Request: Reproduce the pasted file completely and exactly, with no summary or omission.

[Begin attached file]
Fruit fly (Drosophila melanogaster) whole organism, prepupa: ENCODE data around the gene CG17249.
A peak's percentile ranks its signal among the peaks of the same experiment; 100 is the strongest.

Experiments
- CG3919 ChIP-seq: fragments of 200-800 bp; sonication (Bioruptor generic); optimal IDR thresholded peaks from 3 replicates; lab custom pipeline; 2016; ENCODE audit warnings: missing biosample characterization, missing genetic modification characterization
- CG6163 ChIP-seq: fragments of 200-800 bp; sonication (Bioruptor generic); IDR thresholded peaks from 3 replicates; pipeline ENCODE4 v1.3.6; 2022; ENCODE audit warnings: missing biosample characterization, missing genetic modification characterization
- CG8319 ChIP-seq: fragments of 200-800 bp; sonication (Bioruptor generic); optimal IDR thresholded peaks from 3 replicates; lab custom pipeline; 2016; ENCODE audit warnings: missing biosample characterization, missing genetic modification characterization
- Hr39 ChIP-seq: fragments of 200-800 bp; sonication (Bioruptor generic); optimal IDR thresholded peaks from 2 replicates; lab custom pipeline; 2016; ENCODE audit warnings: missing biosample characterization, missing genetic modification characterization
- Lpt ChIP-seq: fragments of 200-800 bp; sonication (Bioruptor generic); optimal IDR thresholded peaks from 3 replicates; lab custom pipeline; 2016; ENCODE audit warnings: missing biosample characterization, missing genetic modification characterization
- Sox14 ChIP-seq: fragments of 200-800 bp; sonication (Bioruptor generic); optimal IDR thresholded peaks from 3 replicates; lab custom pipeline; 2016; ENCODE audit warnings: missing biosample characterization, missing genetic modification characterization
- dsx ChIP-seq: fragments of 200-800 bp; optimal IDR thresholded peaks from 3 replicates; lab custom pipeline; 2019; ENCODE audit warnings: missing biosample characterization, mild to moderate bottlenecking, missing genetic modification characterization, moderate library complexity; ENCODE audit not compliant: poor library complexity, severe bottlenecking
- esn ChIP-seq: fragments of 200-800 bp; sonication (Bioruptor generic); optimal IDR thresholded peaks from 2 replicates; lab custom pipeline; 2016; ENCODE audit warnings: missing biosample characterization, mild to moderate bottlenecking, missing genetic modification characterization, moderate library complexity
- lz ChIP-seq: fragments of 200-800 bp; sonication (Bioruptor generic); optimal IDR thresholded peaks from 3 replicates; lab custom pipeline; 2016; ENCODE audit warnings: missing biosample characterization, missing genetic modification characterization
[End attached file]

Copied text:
Fruit fly (Drosophila melanogaster) whole organism, prepupa: ENCODE data around the gene CG17249.
A peak's percentile ranks its signal among the peaks of the same experiment; 100 is the strongest.

Experiments
- CG3919 ChIP-seq: fragments of 200-800 bp; sonication (Bioruptor generic); optimal IDR thresholded peaks from 3 replicates; lab custom pipeline; 2016; ENCODE audit warnings: missing biosample characterization, missing genetic modification characterization
- CG6163 ChIP-seq: fragments of 200-800 bp; sonication (Bioruptor generic); IDR thresholded peaks from 3 replicates; pipeline ENCODE4 v1.3.6; 2022; ENCODE audit warnings: missing biosample characterization, missing genetic modification characterization
- CG8319 ChIP-seq: fragments of 200-800 bp; sonication (Bioruptor generic); optimal IDR thresholded peaks from 3 replicates; lab custom pipeline; 2016; ENCODE audit warnings: missing biosample characterization, missing genetic modification characterization
- Hr39 ChIP-seq: fragments of 200-800 bp; sonication (Bioruptor generic); optimal IDR thresholded peaks from 2 replicates; lab custom pipeline; 2016; ENCODE audit warnings: missing biosample characterization, missing genetic modification characterization
- Lpt ChIP-seq: fragments of 200-800 bp; sonication (Bioruptor generic); optimal IDR thresholded peaks from 3 replicates; lab custom pipeline; 2016; ENCODE audit warnings: missing biosample characterization, missing genetic modification characterization
- Sox14 ChIP-seq: fragments of 200-800 bp; sonication (Bioruptor generic); optimal IDR thresholded peaks from 3 replicates; lab custom pipeline; 2016; ENCODE audit warnings: missing biosample characterization, missing genetic modification characterization
- dsx ChIP-seq: fragments of 200-800 bp; optimal IDR thresholded peaks from 3 replicates; lab custom pipeline; 2019; ENCODE audit warnings: missing biosample characterization, mild to moderate bottlenecking, missing genetic modification characterization, moderate library complexity; ENCODE audit not compliant: poor library complexity, severe bottlenecking
- esn ChIP-seq: fragments of 200-800 bp; sonication (Bioruptor generic); optimal IDR thresholded peaks from 2 replicates; lab custom pipeline; 2016; ENCODE audit warnings: missing biosample characterization, mild to moderate bottlenecking, missing genetic modification characterization, moderate library complexity
- lz ChIP-seq: fragments of 200-800 bp; sonication (Bioruptor generic); optimal IDR thresholded peaks from 3 replicates; lab custom pipeline; 2016; ENCODE audit warnings: missing biosample characterization, missing genetic modification characterization